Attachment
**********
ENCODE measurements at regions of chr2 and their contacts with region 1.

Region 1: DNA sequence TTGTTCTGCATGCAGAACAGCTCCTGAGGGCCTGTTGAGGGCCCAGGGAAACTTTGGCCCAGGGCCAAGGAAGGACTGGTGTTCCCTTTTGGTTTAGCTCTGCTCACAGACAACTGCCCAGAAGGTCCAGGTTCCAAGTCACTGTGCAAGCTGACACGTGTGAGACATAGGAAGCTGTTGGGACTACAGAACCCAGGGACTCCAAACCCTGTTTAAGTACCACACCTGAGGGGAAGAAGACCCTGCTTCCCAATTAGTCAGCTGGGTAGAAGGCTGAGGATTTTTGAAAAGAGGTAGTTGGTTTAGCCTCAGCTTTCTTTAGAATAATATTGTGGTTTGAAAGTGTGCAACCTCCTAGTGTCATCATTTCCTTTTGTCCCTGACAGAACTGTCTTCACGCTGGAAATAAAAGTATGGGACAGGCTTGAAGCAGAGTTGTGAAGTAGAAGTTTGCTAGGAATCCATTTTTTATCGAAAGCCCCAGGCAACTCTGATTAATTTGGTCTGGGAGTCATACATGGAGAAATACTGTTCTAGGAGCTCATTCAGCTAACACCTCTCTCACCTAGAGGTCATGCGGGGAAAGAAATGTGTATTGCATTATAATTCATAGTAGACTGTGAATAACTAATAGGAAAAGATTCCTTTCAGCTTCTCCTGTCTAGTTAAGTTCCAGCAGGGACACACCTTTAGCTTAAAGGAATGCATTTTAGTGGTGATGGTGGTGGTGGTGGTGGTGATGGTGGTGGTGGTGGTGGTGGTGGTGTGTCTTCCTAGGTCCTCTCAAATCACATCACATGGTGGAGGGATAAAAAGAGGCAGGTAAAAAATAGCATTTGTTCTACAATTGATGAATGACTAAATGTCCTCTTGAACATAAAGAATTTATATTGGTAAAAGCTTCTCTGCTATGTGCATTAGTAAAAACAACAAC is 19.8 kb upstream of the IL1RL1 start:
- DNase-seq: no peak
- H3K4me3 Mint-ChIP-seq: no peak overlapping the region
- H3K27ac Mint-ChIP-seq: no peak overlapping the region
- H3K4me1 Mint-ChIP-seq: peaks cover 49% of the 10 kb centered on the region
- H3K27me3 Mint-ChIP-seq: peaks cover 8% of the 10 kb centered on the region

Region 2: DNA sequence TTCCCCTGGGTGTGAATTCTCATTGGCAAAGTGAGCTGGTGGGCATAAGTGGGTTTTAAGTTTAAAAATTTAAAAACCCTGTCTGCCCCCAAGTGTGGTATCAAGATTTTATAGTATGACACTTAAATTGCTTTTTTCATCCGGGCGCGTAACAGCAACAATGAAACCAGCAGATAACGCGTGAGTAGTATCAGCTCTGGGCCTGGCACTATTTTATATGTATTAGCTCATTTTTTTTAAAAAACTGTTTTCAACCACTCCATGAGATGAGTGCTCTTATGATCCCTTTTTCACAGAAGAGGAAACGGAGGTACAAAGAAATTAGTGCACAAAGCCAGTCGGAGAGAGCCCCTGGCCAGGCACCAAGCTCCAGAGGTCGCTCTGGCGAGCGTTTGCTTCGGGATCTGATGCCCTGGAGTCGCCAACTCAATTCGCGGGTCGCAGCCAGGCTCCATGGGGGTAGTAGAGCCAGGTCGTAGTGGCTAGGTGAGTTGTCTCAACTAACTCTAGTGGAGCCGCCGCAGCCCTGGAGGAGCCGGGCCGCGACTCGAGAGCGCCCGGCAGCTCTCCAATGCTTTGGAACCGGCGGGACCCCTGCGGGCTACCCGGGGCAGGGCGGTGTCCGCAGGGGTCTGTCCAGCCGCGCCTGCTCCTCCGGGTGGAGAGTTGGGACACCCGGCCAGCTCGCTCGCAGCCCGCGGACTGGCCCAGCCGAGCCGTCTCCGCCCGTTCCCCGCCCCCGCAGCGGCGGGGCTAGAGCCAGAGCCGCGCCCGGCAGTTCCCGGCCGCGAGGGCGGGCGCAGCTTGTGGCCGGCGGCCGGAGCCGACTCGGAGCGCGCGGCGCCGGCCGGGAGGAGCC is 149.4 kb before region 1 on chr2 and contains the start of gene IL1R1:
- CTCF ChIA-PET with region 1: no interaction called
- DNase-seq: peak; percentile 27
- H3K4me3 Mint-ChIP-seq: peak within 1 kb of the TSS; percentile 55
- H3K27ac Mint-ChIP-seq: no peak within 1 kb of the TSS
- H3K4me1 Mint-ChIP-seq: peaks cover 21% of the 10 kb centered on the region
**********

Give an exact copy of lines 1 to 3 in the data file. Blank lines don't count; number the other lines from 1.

ENCODE measurements at regions of chr2 and their contacts with region 1.

Region 1: DNA sequence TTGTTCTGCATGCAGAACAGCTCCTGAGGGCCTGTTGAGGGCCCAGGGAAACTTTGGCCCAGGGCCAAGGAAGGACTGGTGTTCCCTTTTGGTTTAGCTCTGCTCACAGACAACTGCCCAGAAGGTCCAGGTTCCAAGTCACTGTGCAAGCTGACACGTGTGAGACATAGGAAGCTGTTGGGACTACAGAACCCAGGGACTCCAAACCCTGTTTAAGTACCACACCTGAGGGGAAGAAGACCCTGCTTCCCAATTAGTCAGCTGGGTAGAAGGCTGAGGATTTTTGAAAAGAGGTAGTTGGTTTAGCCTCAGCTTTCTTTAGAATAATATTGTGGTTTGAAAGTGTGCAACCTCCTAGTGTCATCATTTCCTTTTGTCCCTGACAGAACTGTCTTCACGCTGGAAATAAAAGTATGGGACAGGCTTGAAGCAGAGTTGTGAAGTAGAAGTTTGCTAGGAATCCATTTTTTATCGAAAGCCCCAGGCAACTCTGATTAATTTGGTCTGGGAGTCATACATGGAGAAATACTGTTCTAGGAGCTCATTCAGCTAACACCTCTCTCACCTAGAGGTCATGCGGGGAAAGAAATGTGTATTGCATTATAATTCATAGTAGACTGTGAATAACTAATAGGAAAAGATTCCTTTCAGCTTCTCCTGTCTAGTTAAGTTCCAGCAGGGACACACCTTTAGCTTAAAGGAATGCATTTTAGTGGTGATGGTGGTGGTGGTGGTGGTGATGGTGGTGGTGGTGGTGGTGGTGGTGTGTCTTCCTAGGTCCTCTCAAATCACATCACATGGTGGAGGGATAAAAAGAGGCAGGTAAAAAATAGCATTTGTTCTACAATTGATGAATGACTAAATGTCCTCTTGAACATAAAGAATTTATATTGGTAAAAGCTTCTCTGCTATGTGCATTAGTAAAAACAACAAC is 19.8 kb upstream of the IL1RL1 start:
- DNase-seq: no peak